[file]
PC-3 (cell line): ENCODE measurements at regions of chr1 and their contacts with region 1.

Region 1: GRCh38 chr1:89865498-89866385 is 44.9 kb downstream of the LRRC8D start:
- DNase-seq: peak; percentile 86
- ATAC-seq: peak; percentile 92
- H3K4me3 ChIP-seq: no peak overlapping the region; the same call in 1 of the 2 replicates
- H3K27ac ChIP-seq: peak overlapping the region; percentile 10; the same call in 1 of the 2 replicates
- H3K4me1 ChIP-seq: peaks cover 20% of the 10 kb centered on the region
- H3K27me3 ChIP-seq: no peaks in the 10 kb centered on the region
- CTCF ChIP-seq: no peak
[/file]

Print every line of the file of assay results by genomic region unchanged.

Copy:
PC-3 (cell line): ENCODE measurements at regions of chr1 and their contacts with region 1.

Region 1: GRCh38 chr1:89865498-89866385 is 44.9 kb downstream of the LRRC8D start:
- DNase-seq: peak; percentile 86
- ATAC-seq: peak; percentile 92
- H3K4me3 ChIP-seq: no peak overlapping the region; the same call in 1 of the 2 replicates
- H3K27ac ChIP-seq: peak overlapping the region; percentile 10; the same call in 1 of the 2 replicates
- H3K4me1 ChIP-seq: peaks cover 20% of the 10 kb centered on the region
- H3K27me3 ChIP-seq: no peaks in the 10 kb centered on the region
- CTCF ChIP-seq: no peak